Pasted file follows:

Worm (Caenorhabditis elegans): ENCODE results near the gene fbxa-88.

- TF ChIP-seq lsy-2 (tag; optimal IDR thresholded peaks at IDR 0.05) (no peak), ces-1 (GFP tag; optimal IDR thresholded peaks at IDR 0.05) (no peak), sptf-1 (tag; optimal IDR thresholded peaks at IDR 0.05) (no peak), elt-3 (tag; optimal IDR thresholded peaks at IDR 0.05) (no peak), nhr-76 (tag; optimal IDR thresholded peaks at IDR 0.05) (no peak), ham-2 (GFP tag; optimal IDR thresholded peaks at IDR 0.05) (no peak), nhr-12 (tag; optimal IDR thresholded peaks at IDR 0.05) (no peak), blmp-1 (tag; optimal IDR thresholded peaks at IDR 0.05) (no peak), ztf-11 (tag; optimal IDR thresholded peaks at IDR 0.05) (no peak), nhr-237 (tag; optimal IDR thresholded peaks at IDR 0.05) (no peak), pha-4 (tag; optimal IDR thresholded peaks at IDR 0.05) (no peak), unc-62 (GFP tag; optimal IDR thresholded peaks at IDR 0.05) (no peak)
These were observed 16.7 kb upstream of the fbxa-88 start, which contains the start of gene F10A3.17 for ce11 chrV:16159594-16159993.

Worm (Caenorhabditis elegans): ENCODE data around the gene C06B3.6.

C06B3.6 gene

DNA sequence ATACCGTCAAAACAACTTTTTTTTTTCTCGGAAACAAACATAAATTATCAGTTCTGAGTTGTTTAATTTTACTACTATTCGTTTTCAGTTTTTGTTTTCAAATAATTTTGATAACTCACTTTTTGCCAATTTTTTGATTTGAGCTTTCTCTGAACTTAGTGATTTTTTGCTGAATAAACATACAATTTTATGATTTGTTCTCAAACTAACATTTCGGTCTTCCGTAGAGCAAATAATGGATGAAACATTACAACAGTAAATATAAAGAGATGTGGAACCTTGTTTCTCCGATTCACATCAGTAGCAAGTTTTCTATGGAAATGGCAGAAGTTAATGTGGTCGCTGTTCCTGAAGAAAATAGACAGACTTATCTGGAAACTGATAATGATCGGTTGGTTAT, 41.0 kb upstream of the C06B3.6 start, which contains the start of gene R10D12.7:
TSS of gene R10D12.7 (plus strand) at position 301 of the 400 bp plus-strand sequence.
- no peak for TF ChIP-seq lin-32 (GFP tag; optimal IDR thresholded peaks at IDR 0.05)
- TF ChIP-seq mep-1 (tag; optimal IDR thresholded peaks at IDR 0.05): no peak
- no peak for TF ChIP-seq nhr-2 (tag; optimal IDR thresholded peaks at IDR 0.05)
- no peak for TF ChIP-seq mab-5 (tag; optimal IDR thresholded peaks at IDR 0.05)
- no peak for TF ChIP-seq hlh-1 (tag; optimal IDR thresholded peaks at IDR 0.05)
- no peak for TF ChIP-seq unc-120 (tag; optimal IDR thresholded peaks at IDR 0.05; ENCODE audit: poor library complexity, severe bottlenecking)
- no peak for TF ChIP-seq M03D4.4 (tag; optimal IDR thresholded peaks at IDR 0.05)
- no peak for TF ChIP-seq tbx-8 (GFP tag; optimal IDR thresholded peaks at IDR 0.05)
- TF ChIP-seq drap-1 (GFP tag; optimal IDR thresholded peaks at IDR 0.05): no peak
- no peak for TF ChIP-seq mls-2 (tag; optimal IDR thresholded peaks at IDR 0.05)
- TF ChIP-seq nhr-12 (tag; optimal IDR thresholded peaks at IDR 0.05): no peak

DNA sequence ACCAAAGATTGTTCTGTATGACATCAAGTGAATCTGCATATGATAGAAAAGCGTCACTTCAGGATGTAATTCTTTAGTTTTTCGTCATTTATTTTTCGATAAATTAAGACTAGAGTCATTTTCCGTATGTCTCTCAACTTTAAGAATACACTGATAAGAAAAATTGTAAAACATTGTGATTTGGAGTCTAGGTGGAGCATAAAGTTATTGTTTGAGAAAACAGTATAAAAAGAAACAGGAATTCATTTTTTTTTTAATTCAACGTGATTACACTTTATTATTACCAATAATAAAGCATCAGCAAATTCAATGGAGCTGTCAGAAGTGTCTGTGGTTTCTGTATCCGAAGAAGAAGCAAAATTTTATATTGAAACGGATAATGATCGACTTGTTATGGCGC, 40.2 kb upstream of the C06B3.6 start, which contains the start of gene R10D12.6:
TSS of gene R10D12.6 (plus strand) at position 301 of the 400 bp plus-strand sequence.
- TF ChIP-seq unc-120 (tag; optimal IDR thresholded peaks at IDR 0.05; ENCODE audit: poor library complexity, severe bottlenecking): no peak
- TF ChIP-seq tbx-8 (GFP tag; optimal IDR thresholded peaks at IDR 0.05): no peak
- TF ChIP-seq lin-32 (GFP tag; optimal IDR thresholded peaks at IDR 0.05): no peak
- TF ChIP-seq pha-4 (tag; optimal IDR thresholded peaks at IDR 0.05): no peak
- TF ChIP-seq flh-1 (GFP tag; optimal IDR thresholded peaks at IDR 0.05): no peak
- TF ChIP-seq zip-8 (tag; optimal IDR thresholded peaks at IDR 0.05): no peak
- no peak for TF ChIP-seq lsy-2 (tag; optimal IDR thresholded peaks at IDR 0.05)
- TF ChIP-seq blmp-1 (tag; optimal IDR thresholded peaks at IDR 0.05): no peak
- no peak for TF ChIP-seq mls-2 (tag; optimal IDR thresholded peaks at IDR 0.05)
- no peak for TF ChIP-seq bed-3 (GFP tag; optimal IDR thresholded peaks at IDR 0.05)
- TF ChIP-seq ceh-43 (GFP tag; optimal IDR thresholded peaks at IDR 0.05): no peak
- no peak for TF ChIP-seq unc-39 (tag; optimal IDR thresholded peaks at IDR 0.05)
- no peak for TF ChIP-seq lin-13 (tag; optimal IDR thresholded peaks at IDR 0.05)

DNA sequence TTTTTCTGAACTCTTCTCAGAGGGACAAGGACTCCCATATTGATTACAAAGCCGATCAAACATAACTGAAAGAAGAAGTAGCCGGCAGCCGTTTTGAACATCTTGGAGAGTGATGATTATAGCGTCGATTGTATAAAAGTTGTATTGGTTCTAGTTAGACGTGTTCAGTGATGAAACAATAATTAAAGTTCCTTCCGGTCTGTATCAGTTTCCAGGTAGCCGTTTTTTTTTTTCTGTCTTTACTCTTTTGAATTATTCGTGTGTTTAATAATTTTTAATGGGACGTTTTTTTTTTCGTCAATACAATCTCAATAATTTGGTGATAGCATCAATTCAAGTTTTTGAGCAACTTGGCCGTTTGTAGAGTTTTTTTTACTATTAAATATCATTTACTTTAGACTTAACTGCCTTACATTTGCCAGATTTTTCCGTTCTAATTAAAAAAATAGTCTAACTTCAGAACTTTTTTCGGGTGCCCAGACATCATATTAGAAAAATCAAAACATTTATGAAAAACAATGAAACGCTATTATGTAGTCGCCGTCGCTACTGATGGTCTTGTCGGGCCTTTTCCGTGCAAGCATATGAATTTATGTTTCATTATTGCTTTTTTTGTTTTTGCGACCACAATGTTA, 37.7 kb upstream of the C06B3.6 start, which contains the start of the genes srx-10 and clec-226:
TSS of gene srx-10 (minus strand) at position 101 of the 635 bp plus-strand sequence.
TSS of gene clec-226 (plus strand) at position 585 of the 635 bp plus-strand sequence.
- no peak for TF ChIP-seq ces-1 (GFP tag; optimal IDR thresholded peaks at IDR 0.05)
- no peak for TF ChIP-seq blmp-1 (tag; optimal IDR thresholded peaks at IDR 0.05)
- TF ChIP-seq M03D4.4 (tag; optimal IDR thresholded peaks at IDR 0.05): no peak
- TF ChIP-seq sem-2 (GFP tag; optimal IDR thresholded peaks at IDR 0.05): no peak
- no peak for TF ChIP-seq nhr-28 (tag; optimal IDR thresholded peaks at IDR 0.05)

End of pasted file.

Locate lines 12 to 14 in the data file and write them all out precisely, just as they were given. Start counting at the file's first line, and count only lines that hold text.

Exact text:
- no peak for TF ChIP-seq hlh-1 (tag; optimal IDR thresholded peaks at IDR 0.05)
- no peak for TF ChIP-seq unc-120 (tag; optimal IDR thresholded peaks at IDR 0.05; ENCODE audit: poor library complexity, severe bottlenecking)
- no peak for TF ChIP-seq M03D4.4 (tag; optimal IDR thresholded peaks at IDR 0.05)